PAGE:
Wednesday, March 7, 2012

Brett Whiteley ponders fate

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Harry Kent, Brett Whiteley ponders fate, oil on canvas, 50x60cm

I'm seeking to make non-conventional images about an unconventional painter - my own images that express something of my own sense of the man and his art.

Why paint this way? I'm searching for expressive power and freshness. I'm turning to pure colours straight from the tube, mixing only on the canvas, for freshness and saturation. I'm turning to colour to carry emotion rather than produce accurate physical likeness.

How to render hair in a way that is not simply 'painting in'? How instead to trust in the agency of the medium to supply a myriad of marks which suggest hair texture? How to rely on plastic qualities of oil paint like paint viscosity, fluid dynamics of solvents, effects of suction and gravity? How to do enough yet not do too much?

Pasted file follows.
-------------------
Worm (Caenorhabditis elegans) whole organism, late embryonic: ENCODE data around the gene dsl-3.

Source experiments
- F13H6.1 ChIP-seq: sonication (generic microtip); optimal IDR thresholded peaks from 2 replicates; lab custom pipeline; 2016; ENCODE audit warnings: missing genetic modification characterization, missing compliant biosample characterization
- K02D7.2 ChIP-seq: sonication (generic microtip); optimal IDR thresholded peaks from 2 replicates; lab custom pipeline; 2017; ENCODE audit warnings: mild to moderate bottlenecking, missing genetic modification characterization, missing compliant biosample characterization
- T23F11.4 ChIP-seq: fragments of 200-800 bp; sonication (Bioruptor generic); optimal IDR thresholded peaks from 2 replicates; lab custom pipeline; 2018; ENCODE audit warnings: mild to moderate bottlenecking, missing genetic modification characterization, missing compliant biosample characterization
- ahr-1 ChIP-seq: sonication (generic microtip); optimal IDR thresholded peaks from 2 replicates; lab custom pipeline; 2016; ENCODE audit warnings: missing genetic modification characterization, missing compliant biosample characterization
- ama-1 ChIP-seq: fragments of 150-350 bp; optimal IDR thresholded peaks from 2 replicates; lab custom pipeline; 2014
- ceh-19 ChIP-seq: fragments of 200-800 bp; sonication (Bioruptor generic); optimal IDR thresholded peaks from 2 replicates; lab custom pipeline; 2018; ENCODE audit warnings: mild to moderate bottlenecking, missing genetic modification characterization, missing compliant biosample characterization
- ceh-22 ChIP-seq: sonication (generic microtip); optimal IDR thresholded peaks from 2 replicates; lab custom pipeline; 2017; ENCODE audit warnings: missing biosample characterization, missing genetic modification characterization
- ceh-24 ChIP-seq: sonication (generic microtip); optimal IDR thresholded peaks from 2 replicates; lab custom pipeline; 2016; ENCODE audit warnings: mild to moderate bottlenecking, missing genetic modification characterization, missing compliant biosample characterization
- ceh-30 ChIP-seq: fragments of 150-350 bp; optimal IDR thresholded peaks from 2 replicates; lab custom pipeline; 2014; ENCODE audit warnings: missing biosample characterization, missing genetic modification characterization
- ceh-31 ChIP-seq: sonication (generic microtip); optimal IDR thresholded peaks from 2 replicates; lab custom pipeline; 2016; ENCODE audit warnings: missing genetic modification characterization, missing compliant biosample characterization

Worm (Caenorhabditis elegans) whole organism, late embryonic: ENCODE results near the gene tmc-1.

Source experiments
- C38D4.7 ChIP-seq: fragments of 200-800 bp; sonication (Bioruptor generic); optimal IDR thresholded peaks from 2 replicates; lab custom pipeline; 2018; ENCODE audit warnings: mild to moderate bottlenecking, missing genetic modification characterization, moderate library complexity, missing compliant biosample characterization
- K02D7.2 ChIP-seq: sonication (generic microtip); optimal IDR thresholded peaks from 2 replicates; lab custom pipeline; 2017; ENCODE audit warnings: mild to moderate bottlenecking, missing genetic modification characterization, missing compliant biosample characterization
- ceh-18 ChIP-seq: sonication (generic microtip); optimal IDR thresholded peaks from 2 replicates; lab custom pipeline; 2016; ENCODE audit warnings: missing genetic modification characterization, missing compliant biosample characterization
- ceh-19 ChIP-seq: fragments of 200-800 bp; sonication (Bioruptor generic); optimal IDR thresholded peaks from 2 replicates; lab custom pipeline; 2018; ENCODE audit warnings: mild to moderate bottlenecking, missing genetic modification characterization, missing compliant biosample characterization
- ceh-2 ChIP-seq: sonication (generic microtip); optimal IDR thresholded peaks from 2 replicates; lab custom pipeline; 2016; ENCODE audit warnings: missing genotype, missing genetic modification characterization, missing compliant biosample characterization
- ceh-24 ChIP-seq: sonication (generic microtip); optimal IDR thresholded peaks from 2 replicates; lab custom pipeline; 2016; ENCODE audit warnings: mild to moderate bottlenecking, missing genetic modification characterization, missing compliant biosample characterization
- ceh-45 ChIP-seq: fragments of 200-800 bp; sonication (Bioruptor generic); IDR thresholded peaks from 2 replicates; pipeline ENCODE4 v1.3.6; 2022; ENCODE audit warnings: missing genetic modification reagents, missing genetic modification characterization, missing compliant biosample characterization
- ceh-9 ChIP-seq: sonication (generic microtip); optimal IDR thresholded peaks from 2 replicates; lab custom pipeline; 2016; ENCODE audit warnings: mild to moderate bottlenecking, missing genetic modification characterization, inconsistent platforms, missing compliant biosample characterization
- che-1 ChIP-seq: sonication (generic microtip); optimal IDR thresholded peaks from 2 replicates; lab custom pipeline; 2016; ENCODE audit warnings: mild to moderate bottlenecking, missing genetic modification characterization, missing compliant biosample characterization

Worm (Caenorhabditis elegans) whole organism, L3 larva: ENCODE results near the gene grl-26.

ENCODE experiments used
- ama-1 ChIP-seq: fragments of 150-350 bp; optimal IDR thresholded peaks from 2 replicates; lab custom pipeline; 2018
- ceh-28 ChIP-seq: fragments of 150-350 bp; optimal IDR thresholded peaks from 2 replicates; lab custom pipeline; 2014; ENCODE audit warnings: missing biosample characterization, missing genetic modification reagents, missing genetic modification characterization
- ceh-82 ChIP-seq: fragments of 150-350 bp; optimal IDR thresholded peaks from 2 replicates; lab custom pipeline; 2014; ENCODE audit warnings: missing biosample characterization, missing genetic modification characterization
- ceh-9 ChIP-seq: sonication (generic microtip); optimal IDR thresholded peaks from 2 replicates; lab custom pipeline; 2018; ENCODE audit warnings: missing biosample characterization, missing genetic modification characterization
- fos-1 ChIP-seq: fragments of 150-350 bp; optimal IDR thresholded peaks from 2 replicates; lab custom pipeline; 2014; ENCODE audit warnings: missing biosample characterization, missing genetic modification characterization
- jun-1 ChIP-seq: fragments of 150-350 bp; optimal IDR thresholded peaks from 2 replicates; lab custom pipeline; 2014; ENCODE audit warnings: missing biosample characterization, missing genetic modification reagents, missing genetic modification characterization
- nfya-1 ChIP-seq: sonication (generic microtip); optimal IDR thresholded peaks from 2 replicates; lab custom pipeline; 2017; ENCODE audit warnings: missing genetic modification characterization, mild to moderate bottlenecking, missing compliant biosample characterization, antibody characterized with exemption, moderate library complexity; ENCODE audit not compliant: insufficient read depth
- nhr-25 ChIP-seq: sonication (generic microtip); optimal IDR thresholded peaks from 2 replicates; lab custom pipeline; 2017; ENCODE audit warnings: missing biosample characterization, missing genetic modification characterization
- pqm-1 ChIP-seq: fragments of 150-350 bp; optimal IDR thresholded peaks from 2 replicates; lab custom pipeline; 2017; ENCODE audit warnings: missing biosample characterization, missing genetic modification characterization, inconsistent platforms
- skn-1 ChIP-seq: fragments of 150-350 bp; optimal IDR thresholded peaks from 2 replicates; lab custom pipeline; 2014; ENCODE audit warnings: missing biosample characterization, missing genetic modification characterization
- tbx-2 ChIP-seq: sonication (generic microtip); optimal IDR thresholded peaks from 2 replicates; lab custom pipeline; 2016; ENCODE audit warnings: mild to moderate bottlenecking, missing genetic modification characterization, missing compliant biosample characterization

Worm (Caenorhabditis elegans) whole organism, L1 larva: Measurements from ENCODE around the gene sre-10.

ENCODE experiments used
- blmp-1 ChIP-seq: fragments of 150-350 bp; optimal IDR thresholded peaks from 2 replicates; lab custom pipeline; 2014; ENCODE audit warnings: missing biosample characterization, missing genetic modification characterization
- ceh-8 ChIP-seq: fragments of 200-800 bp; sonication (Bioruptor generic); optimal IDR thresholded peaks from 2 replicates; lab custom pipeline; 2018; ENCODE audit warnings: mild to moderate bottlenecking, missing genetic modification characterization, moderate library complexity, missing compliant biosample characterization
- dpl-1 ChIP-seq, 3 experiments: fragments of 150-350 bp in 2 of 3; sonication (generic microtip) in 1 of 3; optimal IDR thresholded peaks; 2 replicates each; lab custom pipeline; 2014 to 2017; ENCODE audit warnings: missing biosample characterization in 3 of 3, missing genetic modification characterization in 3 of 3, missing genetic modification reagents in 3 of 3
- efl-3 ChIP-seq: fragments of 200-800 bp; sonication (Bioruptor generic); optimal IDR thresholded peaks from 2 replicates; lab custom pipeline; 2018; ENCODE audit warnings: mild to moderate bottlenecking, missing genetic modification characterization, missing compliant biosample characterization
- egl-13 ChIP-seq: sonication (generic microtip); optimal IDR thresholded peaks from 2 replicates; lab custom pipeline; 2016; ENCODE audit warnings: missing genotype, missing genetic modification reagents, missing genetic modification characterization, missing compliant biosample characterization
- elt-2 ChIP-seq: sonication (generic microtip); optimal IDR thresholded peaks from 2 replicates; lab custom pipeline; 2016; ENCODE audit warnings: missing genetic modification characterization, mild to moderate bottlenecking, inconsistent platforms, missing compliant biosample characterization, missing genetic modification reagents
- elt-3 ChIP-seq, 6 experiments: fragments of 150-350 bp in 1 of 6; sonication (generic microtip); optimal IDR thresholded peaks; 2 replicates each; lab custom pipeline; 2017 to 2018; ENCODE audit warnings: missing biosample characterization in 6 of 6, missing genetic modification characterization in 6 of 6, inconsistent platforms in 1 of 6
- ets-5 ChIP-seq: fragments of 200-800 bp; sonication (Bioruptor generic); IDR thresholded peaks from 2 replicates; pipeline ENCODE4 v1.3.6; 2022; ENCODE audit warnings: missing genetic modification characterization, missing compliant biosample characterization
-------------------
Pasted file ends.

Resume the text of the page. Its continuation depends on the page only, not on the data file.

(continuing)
detail from Brett Whiteley ponders fate


This painting is part portrait and part Rorschach. It was made the same way an inkblot is made.

Its ambiguous marks rely on the viewer to read form and meaning into the work.

Without the viewer this portrait would not be complete.

So thank you, gentle viewer, for visiting this blog and finishing this portrait for me.


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17 comments:

  1. Good Evening Harry,
    To put it simply...it was a pleasure to do so!

    Sincerely,
    Gary.

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    1. Always a pleasure to have you say so, Gary.

      Cheers.

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  2. I love the almost abstract feel of it. I love the structures of the paint, you have to look very close to see it. Thank you for the detail. Wonderful colors as well Harry....